Steven Matthew LeClaire Jr. Jurors Weigh Murder or Manslaughter for Army Deserter
Army deserter Steven Matthew LeClaire Jr. was so peeved his father gave booze to his teenage sister and that one of dad's pals hit on the 14-year-old that he shot the senior LeClaire and two others in a Cypress motel room, killing one, a prosecutor told jurors during the opening of Wednesday's murder trial in Santa Ana.
The defense countered that LeClaire was unstable due to years of drug and alcohol abuse and did not mean to killing anyone that fateful night, angling for manslaughter instead of murder and attempted murder counts that could send the 26-year-old to prison for 90 years.
The U.S. Army specialist was AWOL from his base in El Paso, Texas, when he came to Orange County in February 2011. His sis Brittany had weeks earlier gone to visit their father Steven Francis LeClaire, who gave her alcohol. She also had an uncomfortable encounter with her 42-year-old father's friend.
Around 9:30 p.m. on Feb. 24, 2011, the junior LeClaire was in the Cypress Lodge on Lincoln Avenue in Orange watching a basketball game with his father, Marques Murray, 24, and Raymond Eligan, 51, when the defendant allegedly pulled out a gun and fired several times at the men without provocation.
The elder LeClaire was shot several times and Eligan was clipped in the legs trying to escape, but both survived. Murray, who took rounds to the arm and chest, died. LeClaire Jr., who is charged with murdering Murray and trying to murder the other two men, faces a minimum sentence of 90 years to life in state prison with a conviction, according to the Orange County District Attorney's office.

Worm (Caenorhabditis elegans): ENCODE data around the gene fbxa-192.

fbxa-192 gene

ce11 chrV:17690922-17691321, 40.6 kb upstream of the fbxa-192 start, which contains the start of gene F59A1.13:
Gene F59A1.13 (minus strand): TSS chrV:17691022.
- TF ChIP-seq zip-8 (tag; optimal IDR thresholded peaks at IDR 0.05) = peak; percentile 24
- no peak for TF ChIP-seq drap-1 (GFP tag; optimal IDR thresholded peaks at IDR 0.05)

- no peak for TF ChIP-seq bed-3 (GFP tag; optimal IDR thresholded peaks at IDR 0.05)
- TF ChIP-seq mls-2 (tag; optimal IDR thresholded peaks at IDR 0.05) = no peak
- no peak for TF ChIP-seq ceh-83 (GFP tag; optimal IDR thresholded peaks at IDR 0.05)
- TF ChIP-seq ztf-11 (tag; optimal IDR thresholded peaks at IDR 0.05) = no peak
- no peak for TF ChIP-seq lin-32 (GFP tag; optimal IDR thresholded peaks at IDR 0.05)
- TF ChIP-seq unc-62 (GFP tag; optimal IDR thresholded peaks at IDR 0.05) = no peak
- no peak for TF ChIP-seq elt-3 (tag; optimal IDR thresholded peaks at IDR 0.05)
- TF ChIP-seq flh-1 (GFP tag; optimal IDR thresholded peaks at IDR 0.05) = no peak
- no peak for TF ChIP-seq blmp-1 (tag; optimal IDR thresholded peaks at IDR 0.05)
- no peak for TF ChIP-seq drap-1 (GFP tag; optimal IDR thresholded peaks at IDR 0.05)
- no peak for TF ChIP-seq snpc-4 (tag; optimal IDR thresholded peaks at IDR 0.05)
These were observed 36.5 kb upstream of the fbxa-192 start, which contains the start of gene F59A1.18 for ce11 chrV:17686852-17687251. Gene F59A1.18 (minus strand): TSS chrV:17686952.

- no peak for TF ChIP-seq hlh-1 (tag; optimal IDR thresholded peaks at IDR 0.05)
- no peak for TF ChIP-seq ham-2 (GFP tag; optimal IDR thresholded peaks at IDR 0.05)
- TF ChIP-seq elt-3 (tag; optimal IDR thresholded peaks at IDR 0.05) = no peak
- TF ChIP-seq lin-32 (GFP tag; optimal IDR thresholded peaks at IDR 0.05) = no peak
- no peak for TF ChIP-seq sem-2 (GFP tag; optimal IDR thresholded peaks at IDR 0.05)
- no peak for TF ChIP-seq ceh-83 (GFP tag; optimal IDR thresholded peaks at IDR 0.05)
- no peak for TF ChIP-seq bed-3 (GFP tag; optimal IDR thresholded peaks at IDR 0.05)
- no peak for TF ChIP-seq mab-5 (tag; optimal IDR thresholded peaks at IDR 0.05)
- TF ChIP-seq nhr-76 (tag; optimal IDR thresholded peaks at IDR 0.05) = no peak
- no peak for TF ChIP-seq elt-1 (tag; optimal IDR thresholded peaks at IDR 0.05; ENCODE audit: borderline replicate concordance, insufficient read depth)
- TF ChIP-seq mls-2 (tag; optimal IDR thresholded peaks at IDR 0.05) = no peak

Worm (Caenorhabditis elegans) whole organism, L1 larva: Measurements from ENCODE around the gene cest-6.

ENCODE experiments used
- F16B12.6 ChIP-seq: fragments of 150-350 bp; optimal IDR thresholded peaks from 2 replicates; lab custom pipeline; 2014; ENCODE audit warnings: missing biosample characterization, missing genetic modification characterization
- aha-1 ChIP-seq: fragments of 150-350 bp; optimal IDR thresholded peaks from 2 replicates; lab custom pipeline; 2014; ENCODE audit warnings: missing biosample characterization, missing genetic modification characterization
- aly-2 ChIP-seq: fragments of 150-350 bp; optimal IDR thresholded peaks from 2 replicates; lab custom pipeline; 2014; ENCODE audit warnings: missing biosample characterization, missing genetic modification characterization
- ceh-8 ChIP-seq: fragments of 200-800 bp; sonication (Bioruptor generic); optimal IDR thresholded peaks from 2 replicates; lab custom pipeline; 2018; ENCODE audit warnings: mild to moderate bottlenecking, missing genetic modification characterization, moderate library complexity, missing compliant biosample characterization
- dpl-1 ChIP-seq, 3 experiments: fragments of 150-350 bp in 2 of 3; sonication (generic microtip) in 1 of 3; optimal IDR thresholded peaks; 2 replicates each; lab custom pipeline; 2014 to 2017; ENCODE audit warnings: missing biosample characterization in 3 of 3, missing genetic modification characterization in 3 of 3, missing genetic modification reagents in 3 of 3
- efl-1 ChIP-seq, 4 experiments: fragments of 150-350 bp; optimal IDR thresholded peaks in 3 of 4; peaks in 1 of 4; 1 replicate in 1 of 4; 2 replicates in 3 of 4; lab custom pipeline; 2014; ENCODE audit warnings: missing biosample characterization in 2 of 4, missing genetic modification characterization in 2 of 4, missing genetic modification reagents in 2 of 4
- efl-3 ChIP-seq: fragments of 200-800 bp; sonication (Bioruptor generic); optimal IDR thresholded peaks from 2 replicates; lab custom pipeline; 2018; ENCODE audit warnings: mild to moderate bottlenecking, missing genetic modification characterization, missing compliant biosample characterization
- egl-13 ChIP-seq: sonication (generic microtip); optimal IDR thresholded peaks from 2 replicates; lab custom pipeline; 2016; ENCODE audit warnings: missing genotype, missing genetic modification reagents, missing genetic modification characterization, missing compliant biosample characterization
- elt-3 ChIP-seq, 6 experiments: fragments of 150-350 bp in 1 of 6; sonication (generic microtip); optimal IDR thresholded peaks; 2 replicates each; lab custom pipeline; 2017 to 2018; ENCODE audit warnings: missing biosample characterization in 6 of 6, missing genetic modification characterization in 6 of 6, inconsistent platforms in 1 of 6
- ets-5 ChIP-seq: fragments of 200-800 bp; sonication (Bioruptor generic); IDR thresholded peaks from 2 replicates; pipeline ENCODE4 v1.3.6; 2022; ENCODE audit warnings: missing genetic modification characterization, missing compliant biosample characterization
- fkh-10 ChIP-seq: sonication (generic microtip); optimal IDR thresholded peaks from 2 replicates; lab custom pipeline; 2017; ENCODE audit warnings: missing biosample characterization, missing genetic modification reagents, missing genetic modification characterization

City News Service courtroom reporter Paul Anderson quotes Senior Deputy District Attorney Jim Mendelson telling jurors that Murray texted his girlfriend, the motel manager, the night he was killed saying, "Junior is flipping out, yo." Asked if the defendant was directing his ire at Murray, he is said to have typed, "No, on everyone. LOL."
Mendelson also alleged LeClaire opened fire on the men after an acquaintance of his at the motel said she was going to call police on him. He fired off 14 rounds, connecting 12 times, claimed the prosecutor, who added the handgun was fired so many times it set off the room's smoke alarm.
Ten hours after the shooting, LeClaire blew a 0.10, meaning his blood alcohol content was likely closer to 0.24 when he opened fire, Mendelson said.
Defense attorney Gassia Apkarian characterized her client as a functioning alcoholic--and an angry functioning alcoholic the night of the shootings because he believed one of his father's friends had touched his sister inappropriately. But had he wanted to kill his father, he would have have had the chance during any of the preceding 21 days they were together, Apkarian maintained.
LeClaire was said to be an expert marksman who aimed his weapon that night at spots he assumed were non-lethal, according to Apkarian, who added her client was disenchanted with the Army, abused bath salts (a combination of methamphetamine and cocaine) and was given to fits of paranoia.
"Am I saying excuse him? No," the attorney said. "What he's guilty of is involuntary
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